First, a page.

"Edisonade" is a term, coined in 1993 by John Clute in his and Peter Nicholls' The Encyclopedia of Science Fiction, for fictional stories about a brilliant young inventor and his inventions, many of which would now be classified as science fiction. This subgenre started in the Victorian and Edwardian eras and had its apex of popularity during the late 19th and early 20th centuries. Other related terms for fiction of this type include scientific romances. The term is an eponym, named after famous inventor Thomas Edison, formed in the same way the term "Robinsonade" was formed from Robinson Crusoe.
Usually first published in cheaply printed dime novels, most such stories were written to appeal to young boys. The Edisonade formula was an outgrowth of the fascination with engineering and technology that arose near the end of the 1800s, and a derivative of the existing Robinsonade formula.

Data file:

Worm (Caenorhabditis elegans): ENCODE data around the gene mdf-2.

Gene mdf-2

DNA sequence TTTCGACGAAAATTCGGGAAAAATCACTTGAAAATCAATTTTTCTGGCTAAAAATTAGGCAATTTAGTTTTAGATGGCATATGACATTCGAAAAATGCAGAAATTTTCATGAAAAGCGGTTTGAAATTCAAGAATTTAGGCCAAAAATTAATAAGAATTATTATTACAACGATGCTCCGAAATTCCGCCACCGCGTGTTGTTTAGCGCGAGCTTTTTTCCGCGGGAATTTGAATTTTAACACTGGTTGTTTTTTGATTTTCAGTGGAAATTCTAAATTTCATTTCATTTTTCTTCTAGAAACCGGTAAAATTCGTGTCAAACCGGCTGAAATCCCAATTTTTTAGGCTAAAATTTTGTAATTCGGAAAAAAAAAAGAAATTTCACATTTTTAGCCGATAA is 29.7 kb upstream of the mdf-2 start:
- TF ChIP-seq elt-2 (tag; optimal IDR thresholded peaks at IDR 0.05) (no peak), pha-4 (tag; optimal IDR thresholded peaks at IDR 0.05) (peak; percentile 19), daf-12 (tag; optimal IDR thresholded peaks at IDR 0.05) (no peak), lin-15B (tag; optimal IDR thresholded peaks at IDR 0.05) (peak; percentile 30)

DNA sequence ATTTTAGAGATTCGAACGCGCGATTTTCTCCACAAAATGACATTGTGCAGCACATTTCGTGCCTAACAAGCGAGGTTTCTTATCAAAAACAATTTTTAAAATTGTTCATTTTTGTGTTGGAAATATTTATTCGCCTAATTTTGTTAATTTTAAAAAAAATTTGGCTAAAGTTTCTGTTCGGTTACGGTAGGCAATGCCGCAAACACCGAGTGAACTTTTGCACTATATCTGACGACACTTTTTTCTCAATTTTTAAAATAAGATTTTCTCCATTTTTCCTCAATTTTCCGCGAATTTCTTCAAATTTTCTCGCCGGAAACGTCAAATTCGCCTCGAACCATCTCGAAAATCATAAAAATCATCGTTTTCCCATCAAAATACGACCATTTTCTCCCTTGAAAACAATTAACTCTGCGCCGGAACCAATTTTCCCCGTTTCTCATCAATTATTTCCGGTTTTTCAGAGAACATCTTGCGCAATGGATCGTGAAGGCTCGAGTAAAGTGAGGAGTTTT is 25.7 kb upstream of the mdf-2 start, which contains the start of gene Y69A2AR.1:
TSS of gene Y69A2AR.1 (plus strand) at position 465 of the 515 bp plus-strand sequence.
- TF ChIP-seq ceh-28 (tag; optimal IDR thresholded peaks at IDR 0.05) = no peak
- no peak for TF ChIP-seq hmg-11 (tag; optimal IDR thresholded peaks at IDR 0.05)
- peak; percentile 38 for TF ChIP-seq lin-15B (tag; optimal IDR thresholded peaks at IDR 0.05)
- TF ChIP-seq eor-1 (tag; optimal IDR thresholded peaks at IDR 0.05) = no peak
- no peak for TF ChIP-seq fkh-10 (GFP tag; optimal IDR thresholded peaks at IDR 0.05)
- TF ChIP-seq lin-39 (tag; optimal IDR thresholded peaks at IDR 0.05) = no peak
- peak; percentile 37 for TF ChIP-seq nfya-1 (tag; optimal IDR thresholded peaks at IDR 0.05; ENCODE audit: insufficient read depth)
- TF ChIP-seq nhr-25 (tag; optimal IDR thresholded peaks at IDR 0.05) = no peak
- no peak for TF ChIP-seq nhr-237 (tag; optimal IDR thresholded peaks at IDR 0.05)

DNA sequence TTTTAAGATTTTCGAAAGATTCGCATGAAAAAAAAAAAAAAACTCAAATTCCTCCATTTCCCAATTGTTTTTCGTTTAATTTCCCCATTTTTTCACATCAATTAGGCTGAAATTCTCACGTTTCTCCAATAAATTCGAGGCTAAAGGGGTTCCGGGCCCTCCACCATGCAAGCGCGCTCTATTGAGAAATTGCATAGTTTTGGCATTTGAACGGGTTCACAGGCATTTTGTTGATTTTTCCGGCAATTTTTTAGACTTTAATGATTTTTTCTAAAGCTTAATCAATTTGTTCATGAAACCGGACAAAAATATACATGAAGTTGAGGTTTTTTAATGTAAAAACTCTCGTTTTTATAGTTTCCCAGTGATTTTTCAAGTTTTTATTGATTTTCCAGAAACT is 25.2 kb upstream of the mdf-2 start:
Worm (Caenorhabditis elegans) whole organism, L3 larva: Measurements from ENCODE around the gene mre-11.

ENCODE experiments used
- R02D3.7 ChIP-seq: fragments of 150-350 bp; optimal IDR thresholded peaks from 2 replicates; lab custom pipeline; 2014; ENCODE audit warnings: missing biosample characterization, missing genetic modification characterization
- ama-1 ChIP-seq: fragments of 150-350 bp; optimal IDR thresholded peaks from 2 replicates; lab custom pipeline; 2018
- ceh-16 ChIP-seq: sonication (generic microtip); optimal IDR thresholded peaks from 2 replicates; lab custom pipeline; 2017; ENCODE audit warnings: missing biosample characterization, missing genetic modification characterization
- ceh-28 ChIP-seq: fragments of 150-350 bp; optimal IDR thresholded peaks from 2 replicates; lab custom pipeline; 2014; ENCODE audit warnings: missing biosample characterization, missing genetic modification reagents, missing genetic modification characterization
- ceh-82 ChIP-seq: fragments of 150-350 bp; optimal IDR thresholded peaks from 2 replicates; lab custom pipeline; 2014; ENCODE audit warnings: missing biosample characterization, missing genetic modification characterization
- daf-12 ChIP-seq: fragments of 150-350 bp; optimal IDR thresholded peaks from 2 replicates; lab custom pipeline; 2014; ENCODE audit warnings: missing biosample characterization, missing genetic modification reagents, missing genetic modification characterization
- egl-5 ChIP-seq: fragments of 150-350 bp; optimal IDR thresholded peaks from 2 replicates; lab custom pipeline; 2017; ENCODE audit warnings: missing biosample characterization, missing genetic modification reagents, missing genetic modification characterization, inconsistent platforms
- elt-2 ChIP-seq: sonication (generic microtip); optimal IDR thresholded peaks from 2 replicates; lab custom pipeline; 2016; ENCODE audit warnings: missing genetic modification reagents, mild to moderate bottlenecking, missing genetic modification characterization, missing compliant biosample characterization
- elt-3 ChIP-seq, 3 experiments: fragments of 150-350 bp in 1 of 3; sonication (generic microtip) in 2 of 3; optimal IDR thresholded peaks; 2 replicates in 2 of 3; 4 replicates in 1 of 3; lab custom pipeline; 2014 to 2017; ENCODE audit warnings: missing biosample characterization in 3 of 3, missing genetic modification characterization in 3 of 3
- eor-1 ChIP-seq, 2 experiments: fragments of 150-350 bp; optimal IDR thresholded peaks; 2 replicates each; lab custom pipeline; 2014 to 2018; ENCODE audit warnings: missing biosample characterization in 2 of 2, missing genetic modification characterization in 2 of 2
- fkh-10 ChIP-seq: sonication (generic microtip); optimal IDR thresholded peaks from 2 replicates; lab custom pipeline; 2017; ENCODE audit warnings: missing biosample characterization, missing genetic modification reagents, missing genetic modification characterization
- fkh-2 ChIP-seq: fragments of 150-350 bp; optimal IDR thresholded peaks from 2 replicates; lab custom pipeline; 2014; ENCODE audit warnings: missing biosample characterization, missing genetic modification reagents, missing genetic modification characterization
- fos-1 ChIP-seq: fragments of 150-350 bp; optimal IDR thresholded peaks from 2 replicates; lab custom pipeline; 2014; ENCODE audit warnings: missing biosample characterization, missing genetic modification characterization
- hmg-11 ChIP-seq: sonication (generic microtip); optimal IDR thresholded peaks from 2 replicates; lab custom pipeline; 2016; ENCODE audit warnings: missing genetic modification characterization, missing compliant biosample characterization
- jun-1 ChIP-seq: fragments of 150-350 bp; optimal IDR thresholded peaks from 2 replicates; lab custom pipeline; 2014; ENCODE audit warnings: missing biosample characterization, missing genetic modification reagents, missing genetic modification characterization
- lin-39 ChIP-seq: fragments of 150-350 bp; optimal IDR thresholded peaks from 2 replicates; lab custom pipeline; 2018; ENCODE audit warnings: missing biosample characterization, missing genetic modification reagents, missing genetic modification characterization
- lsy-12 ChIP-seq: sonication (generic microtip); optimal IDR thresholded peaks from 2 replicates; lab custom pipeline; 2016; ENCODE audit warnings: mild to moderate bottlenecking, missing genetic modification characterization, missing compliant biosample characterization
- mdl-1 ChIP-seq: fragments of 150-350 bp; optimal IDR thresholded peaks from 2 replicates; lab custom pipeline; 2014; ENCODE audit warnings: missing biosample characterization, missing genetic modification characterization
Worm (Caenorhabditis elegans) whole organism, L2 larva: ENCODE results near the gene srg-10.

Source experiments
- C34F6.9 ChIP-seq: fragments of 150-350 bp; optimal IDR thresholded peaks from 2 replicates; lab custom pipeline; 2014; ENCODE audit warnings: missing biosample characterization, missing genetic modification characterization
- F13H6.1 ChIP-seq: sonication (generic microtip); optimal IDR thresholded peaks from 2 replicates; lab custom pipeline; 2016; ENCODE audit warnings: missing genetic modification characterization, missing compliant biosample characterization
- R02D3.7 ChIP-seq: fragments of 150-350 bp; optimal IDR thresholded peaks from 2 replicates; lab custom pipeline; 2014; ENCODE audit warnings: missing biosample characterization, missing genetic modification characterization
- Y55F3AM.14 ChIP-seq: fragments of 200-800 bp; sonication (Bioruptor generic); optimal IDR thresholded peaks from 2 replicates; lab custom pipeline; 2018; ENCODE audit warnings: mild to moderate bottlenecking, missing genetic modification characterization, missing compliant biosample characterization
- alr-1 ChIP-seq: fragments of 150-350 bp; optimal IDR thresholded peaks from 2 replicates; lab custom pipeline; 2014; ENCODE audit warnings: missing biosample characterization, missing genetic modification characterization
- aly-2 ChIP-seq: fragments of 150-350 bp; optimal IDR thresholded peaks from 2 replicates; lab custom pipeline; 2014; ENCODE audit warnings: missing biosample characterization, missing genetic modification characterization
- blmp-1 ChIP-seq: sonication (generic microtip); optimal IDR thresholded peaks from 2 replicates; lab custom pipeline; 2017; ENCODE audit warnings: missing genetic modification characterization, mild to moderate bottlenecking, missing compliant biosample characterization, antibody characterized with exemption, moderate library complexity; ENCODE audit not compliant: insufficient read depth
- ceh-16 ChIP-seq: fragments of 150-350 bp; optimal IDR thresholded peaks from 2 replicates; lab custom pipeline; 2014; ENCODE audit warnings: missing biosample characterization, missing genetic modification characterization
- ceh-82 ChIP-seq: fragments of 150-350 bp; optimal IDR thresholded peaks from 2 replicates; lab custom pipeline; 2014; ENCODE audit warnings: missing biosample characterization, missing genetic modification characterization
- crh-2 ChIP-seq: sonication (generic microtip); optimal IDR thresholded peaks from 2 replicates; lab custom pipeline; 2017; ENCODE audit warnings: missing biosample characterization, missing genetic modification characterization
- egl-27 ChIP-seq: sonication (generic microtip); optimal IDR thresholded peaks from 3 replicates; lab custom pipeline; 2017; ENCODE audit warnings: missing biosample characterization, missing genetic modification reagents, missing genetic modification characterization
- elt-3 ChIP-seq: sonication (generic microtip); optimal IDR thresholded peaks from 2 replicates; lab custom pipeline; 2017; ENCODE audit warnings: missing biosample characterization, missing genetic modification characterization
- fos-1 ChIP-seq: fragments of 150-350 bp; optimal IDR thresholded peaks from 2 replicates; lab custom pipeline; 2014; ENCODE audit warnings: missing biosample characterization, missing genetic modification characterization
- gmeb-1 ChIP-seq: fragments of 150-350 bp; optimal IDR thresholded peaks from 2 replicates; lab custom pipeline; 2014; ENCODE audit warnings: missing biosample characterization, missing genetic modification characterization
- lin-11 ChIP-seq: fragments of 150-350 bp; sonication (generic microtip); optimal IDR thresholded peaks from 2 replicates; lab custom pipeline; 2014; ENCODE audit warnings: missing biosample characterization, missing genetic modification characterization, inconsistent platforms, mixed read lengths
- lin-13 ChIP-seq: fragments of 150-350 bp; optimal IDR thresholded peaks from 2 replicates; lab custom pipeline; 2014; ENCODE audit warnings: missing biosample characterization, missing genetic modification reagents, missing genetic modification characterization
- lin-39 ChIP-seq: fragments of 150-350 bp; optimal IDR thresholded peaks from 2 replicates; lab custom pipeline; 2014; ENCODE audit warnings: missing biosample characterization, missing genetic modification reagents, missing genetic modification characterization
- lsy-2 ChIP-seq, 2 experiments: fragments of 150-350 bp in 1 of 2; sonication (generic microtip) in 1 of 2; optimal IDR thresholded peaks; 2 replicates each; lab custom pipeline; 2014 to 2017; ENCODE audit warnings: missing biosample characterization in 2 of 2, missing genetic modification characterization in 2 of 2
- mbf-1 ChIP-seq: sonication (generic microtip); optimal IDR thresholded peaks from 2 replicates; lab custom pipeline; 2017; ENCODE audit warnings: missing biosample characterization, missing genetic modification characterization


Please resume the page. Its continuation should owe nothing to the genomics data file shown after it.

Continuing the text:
Clute defines the word in his book:
As used here the term "edisonade"—derived from Thomas Alva Edison (1847–1931) in the same way that "Robinsonade" is derived from Robinson Crusoe—can be understood to describe any story which features a young US male inventor hero who uses his ingenuity to extricate himself from tight spots and who, by so doing, saves himself from foreign oppressors.
and he defines it again in a column referring to "The Plutonian Terror" by Jack Williamson written in 1933:
It is an Edisonade, a paradigm kind of science fiction in which a brave young inventor creates a tool or a weapon (or both) that enables him to save the girl and his nation (America) and the world from some menace, whether it be foreigners or evil scientists or aliens; and gets the girl; and gets rich.
One frequent theme in Edisonades was the exploration of little-known, "untamed" parts of the world. To that degree, the stories reflected the contemporaneous era of large-scale colonization and exploration.
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